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Old 12-21-2017, 02:36 PM   #1
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Question Nonstick Injera grill, Versus oil treated carbon steel?

I think I have figured out how they used to make Injera grills. Medium fired ceramic disc with plenty of grog (fired clay ground to a course texture) to keep it more stable, then build up a lot of oil into the fired clay, it should be reasonably absorbent. I have seen these in world food videos.





Has any one used such a grill? I keep thinking it could be made onto a steel backing plate. About ¼ inch thick would keep it from bending. I think these would be illegal in the USA for commercial use. At least until our country becomes a real third-world state.

I bought a disposable silicon dioxide ceramic coated aluminum pan to try it out. It is very fragile and won't last more than three years even if I treat it very gently; if only because aluminum expanse more than steel and therefore cracks the coating.

Then I read about how some ceramic coated pans have diamond ground into the coating to help it last longer, but I think it still may be a disposable pan. Are there any that can last a life time?

My next project will be to buy a new smooth carbon steel pan and try to build up a thick non stick coating. But I am not sure about doing it on a thin pan. My old carbon steel pan simply would not hold the oil, possibly because the surface is not perfectly smooth due to many years of abuse. Yet I see cast iron pans are not smooth.




Does it really need to be smooth? I may need to grind it down to naked steel and start over with flaxseed oil.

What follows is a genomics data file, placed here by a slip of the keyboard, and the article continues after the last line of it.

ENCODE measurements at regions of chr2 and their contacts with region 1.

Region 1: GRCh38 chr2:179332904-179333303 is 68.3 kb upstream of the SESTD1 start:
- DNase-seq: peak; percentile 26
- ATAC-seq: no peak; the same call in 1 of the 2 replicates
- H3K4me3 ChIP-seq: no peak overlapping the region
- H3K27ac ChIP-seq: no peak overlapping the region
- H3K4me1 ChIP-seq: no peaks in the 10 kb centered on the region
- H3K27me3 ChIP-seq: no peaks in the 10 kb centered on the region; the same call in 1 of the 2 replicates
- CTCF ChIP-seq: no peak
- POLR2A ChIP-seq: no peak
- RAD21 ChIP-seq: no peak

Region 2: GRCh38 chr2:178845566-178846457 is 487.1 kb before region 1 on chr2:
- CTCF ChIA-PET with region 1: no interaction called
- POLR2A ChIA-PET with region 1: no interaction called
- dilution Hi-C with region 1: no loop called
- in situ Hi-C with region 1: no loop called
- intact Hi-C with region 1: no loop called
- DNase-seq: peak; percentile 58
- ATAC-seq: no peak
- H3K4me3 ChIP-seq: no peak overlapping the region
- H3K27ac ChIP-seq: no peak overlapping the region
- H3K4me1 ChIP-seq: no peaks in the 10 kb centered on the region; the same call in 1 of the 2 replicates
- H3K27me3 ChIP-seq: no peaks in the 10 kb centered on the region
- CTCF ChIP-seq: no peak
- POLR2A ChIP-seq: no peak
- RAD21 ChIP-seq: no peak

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Old 12-23-2017, 04:46 PM   #2
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Now you have me wanting one.
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Old 12-24-2017, 03:31 PM   #3
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I think any skilled potter can make one of those grills.
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Old 12-24-2017, 03:39 PM   #4
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I'm not sure what those grills are used for, but the photo resembles something like a crepe, and crepe pans are often carbon steel.

As for cast iron, newer pans are pretty rough, but old Griswold or Wagner pans are pretty smooth. There are also videos on YouTube that show how to make a CI pan, like a Lodge, smooth before seasoning them.

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Old 12-29-2017, 05:42 PM   #5
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Question

looks like I need to regrind my cast iron pan that was never smooth in teh first place. I should have thought of that.

actually I am now thinking aobu tbuying a copper pan lined with tin. But I don't know how well they work for turning into nonstick. any one know??



Quote:
Originally Posted by caseydog View Post
I'm not sure what those grills are used for, but the photo resembles something like a crepe, and crepe pans are often carbon steel.

As for cast iron, newer pans are pretty rough, but old Griswold or Wagner pans are pretty smooth. There are also videos on YouTube that show how to make a CI pan, like a Lodge, smooth before seasoning them.